In general, I have the impression that the Yaks are hard workers of the war.
  5. yehat
    yehat 7 June 2016 11: 05
    +1
    Compared TTX ju-188A and 2 fighters Yak-9 and La-5FN
    the first was slightly superior in speed, and given the poor speed at the field airfields with painting cars and they noticeably lost speed, then in fact the first modifications of the Yak-9 could not hunt ju-188a at all. Another matter of La5-FN is that it came out simultaneously with the junkers and surpassed it in speed by 70-90 km / h at all altitudes, however, this is not a big advantage and even in this case the interception would be difficult if the fighter had no advantage in height.
    1. DimerVladimer
      DimerVladimer 7 June 2016 14: 30
      +2
      The pilots considered the speed already 20-30 km / h to be an advantage.
      And 70 km / h is already an overwhelming advantage ... but!
      The question is how long you can withstand the "combat" speed

      The engines were heavily boosted and more than 3-5 minutes on the afterburner is a common practice, so really - interception will depend on the height-distance ...
  6. Papandopulo
    Papandopulo 7 June 2016 11: 24
    +1
    They did not remember Soviet soldiers because the Ju-87 was replaced by the FW-190
    Daytime bombing of Germany began after the Soviet Air Force halved the backlash over the Kuban.
    At night the cities were bombed, the Yak-3 took it in the daytime MiG-3 at night.
  7. yehat
    yehat 7 June 2016 11: 29
    +3
    and you do not confuse anything? Yak-3 over the Kuban, well, well request
    Mig-3 by the year 43 remained mainly as the air defense forces of large cities
    if they were at the front, then very few.
    the simultaneous diving of the Yak-3 and Mig-3 on the same sector of the front is rather nonsense.
    1. Papandopulo
      Papandopulo 7 June 2016 12: 19
      -1
      So you just confused everything.
      1. yehat
        yehat 7 June 2016 12: 51
        0

        In September 1943, an improved version was prepared - the Yak-1M
        .....
        The first production aircraft were sent to the 91st fighter aviation regiment of the 2nd Air Army, which in June 1944 took part in the offensive Lviv operation


        fights over the Kuban - summer 1943
        Now tell me, HOW did the Yak-3 manage to participate in these battles ????
        further, the source is not the best, but rarely talks about these things. We look on the wiki: /https://en.wikipedia.org/wiki/%D0%92%D0%BE%D0%B7%D0%B4%D1%83 % D1% 88% D0% BD% D1% 8B%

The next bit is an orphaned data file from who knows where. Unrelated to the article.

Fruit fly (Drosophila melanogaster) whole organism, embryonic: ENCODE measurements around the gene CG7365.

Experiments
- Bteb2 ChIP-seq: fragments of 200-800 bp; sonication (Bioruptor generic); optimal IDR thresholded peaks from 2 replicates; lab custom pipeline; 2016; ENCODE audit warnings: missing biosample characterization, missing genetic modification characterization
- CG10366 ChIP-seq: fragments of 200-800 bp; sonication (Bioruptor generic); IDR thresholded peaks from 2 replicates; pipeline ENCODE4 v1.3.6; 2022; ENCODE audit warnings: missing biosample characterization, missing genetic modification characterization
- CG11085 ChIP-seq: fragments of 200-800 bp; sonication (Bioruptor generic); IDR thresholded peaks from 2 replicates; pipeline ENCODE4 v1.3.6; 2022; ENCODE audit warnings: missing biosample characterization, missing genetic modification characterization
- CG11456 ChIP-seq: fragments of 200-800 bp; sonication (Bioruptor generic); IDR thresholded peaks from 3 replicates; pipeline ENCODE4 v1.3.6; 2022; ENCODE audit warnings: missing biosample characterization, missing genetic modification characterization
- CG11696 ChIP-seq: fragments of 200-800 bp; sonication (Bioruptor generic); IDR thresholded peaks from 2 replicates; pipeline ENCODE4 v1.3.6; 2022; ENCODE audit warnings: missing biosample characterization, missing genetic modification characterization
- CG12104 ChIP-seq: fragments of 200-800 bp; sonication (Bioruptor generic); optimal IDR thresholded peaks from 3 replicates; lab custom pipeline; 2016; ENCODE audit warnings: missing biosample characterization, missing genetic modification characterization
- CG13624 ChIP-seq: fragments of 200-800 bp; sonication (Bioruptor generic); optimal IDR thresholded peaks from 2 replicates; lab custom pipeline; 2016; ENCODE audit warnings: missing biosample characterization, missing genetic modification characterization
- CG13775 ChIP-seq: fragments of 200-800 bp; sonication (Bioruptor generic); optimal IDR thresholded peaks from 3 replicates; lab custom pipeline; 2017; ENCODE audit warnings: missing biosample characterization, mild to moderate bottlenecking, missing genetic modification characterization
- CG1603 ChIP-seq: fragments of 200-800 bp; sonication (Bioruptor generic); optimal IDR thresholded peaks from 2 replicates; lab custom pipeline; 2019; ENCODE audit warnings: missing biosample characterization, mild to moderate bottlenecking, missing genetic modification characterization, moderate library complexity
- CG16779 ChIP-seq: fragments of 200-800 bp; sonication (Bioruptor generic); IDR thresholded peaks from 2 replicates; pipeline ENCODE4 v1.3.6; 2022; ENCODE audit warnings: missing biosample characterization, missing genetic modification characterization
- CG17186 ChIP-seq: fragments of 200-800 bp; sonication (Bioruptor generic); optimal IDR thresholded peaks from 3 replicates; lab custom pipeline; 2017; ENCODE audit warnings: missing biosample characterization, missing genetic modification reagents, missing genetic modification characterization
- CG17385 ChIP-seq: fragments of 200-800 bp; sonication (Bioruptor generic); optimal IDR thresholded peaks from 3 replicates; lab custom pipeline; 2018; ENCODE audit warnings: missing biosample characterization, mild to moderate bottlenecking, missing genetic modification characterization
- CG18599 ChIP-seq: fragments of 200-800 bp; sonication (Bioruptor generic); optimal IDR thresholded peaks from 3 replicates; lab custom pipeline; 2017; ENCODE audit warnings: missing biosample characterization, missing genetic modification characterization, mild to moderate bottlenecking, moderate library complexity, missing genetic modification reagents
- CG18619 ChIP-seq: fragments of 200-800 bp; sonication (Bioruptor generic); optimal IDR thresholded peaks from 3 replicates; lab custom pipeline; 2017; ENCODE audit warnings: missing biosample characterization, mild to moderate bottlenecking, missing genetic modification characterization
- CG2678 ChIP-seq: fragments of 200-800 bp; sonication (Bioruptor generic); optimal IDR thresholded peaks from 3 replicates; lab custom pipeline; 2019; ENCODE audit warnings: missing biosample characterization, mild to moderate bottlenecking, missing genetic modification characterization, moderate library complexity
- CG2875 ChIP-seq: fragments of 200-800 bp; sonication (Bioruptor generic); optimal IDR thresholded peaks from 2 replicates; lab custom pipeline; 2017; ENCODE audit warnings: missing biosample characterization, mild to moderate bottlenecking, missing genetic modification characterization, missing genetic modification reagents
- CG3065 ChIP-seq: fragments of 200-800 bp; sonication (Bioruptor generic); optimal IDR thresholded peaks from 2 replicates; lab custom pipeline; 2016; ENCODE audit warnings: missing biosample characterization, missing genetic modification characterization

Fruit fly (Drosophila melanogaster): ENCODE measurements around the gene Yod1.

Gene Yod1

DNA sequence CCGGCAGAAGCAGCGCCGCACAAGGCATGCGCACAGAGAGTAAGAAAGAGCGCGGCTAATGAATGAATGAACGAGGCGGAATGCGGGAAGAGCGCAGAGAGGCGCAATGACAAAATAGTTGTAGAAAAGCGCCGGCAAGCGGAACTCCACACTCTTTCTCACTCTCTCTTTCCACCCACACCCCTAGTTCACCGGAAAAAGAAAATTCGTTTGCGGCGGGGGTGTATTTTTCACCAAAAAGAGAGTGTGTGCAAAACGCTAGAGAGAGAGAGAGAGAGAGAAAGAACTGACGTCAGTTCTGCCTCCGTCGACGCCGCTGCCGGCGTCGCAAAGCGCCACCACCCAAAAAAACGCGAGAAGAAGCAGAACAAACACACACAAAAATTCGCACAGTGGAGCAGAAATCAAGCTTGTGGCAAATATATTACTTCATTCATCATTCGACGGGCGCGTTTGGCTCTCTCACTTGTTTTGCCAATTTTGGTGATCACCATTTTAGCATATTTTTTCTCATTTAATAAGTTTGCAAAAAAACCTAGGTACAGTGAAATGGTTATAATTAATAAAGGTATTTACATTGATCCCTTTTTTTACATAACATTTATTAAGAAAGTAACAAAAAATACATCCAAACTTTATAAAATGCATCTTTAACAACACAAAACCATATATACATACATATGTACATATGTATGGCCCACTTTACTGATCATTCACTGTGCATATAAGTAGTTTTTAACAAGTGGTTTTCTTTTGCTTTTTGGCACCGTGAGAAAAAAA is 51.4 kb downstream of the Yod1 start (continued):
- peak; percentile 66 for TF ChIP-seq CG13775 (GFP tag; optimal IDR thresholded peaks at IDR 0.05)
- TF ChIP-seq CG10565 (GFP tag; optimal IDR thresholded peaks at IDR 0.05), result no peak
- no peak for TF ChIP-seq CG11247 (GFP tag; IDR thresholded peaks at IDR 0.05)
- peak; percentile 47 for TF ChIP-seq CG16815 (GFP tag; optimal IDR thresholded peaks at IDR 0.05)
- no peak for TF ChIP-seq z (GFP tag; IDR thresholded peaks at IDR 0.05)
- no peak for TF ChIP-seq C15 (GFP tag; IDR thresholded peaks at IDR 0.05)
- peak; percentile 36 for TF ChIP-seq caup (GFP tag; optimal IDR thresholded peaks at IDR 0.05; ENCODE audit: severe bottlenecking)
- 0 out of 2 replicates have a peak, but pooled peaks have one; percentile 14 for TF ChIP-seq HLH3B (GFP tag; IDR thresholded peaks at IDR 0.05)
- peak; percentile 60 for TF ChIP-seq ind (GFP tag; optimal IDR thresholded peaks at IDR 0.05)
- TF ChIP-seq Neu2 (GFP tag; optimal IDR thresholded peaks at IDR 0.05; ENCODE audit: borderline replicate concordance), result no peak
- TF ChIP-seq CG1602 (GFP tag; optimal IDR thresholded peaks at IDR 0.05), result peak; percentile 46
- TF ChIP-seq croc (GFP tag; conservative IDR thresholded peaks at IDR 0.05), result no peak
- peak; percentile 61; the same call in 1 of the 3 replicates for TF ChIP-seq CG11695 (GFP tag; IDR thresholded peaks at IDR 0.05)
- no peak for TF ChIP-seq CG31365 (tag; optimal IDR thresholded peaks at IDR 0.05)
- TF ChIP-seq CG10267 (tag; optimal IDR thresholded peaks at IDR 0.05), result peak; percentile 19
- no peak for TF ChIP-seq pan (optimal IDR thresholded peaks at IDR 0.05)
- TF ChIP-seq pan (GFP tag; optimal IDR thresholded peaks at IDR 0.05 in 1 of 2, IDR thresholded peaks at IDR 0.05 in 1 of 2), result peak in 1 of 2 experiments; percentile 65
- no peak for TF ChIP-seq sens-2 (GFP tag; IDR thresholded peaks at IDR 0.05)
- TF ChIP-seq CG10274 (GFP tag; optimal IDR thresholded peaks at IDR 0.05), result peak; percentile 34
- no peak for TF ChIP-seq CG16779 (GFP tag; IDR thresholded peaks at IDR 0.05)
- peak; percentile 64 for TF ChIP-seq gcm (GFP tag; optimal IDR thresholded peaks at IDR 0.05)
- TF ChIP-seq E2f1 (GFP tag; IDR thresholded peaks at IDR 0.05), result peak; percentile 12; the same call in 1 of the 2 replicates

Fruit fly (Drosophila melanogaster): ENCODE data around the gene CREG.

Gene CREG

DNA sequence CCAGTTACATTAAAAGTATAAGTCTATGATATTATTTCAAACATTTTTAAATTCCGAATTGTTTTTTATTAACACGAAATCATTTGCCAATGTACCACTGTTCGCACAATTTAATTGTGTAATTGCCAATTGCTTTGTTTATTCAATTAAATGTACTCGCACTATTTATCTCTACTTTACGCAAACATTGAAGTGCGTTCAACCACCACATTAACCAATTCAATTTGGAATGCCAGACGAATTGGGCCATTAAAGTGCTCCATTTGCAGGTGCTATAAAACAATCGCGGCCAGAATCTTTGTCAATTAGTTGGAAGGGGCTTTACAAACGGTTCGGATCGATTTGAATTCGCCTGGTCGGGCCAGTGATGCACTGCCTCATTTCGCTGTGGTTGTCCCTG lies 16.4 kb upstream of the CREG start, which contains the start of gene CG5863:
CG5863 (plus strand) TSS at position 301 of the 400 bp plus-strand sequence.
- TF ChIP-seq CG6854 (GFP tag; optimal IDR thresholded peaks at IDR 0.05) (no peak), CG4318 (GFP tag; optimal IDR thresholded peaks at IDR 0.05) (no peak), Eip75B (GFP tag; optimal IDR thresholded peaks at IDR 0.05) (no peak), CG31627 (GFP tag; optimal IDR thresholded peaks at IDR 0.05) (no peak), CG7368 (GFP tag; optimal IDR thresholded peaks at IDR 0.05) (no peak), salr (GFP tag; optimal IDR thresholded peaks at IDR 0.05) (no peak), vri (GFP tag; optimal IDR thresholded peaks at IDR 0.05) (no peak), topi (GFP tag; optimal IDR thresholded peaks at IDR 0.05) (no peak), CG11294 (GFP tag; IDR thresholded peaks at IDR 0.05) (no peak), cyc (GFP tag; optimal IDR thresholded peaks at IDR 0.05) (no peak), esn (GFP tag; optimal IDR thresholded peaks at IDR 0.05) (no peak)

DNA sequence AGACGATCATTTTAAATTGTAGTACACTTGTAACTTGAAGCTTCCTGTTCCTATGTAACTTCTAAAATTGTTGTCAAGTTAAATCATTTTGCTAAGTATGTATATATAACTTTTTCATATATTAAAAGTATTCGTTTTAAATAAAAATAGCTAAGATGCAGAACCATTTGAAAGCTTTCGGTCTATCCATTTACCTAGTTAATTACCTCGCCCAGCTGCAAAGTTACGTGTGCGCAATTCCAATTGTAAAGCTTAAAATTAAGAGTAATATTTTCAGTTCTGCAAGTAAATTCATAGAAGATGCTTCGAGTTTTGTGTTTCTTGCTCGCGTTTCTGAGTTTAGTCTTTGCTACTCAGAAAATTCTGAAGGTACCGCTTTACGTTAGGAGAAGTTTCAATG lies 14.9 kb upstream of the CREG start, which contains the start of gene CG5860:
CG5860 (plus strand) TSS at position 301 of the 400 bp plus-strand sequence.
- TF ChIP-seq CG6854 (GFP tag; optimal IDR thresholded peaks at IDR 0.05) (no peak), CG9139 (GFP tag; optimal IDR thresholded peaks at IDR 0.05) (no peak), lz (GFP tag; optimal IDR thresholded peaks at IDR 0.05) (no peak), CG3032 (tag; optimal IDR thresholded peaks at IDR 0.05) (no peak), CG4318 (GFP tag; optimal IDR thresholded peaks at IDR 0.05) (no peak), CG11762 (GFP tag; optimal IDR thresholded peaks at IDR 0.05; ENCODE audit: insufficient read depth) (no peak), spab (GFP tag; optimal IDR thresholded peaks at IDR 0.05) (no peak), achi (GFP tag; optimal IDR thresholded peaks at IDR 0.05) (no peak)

D0%B5_%D1%81%D1%80%D0%B0%D0%B6%D0%B5%D0%BD%D0%B8%D1%8F_%D0%BD%D0%B0_%D0%9A%D1%83
        %D0%B1%D0%B0%D0%BD%D0%B8_(1943)
        the composition of the air regiments and do not find Mig-3, Yak-3. Generally not on the lists.

        so who messed up?
        1. Papandopulo
          Papandopulo 8 June 2016 05: 20
          -1
          It is written that the Yak-3 took it in the afternoon, and not over the Kuban.
    2. The comment was deleted.
  8. DimerVladimer
    DimerVladimer 7 June 2016 13: 45
    +1
    "at least the forces of the" Axis Berlin-Rome "could repel the landing of the allies in Sicily, and perhaps even change the course of the Battle of Kursk"
    You do not even have a close idea of ​​the air situation during the landing of allies in Sicily!
    According to the recollections of German fighter pilots (who fought in Italy at that time and were transferred to Sicily), lightings possessed an overwhelming advantage and in a couple of days, there were hardly 3-4 suitable aircraft for flight from fighter squadrons (although there were about 300 new aircraft on the mainland aircraft, which for some reason did not transfer to the regiments, to replace those that were knocked out in battles).
    But bombers generally had no option to break through the barriers of lightings.
    1. Warrior2015
      7 June 2016 19: 49
      0
      Quote: DimerVladimer
      You do not even have a close idea of ​​the air situation during the landing of allies in Sicily!

      Well, how can I say, in general I can imagine, and that's why I wrote. Please note that one of the main directions of the combat use of the Ju-188 was its use as a torpedo bomber, moreover, in bad weather conditions or at night - if the Anglo-Saxons had a little less air supremacy, and the Ju-188 would have been much greater, it would be through the destruction of the landing ships by torpedo bombers could be "covered".
      1. DimerVladimer
        DimerVladimer 8 June 2016 14: 08
        +1
        Quote: Warrior2015
        Well, how can I say, in general I can imagine, and that's why I wrote. Please note that one of the main directions of the combat use of the Ju-188 was its use as a torpedo bomber, moreover, in bad weather conditions or at night - if the Anglo-Saxons had a little less air supremacy, and the Ju-188 would have been much greater, it would be through the destruction of the landing ships by torpedo bombers could be "covered".


        And yet this is a bold, in my opinion, very exaggerated interpretation of the air situation.
        I do not think that the Yu-188 with a combat load in the form of a torpedo was able to reach a speed of 75% of the maximum speed. And at this speed, its advantage is doubtful.
        1. Warrior2015
          9 June 2016 02: 07
          0
          Quote: DimerVladimer
          Yu-188 with a combat load in the form of a torpedo was able to develop a speed of 75% of the maximum.

          Here it is necessary to watch the operation of engines in various modes, taking into account the different combat weight. This is too deep for the article. The big trump card for the Anglo-Saxon Air Force was that in the summer in the Mediterranean there is excellent weather and little cloudy, i.e. torpedo bombers in the clouds or at low visibility could not sneak up on the forces of the landing fleet (and those who tried to attack in the afternoon - they quickly knocked out).